By the way, the last time I saw Mr. Honda, I was in KINOKUNIYA BOOKSTORE in Shibuya. I was there looking for some books, and at one point I noticed that the man standing next to me was Mr. Honda. That took place about a year or two ago.

DM: How was working with Takao Okawara and Kazuki Omori different from working with Mr. Honda? (Mr. Omori wrote and directed GODZILLA VS. BIOLLANTE (1989) and GODZILLA VS. GHIDRAH. In addition, he wrote GODZILLA VS. MOTHRA. Mr. Okawara directed GODZILLA VS. MOTHRA and GODZILLA VS. MECHAGODZILLA.)

AI: Mr. Honda's editing had more continuity to it. Like many other contemporary directors, both Mr. Omori and Mr. Okawara tend to insert footage that interrupts the flow of the story. It is very difficult to have the music accommodate that footage.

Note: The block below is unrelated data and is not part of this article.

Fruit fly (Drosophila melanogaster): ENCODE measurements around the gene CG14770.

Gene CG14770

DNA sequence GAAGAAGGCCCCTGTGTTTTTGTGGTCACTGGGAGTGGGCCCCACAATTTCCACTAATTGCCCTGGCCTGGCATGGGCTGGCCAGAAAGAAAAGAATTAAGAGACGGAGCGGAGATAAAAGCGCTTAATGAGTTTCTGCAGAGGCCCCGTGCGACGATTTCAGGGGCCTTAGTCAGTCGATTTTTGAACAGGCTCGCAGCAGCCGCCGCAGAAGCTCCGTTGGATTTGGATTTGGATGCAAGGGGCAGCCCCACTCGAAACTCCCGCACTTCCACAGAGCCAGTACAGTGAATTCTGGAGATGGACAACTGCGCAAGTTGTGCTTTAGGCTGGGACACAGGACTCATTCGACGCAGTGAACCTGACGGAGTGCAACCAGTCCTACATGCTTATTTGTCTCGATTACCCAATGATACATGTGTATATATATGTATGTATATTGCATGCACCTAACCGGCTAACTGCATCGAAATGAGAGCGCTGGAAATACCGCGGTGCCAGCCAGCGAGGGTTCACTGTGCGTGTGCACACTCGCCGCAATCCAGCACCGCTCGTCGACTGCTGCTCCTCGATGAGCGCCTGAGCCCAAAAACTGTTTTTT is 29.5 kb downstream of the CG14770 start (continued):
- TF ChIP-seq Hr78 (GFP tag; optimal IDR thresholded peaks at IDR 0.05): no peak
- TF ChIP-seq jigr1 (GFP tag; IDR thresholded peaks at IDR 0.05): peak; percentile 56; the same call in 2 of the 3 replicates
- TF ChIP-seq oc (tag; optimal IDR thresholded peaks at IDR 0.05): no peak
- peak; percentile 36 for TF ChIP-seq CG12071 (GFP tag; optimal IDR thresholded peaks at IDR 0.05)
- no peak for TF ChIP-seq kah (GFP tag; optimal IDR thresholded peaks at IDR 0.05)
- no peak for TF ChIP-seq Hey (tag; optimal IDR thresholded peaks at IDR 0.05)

DM: Have you worked on any television shows?

AI: I wrote a few television scores about thirty years ago, but I was not very happy with the way they turned out. Most people listen to television with the sound much lower than it should be, and that reduces the intensity with which they hear lower frequencies much more than the intensity with which they hear higher ones. Because of this, my music did not sound the way it should have. So, after scoring one documentary and several dramas, I decided not to work on anymore television shows.

I worked on a few radio dramas. In them, the suspense was created with words, rather than music, so I couldn't really create any excitement with my music.

I recently scored a documentary about the Kushiro marshlands in Hokkaido. The producers asked only if they could use some of my music in the documentary, but when I saw the rushes, I noticed that the music didn't fit very well. So, I decided to compose some new pieces for the documentary.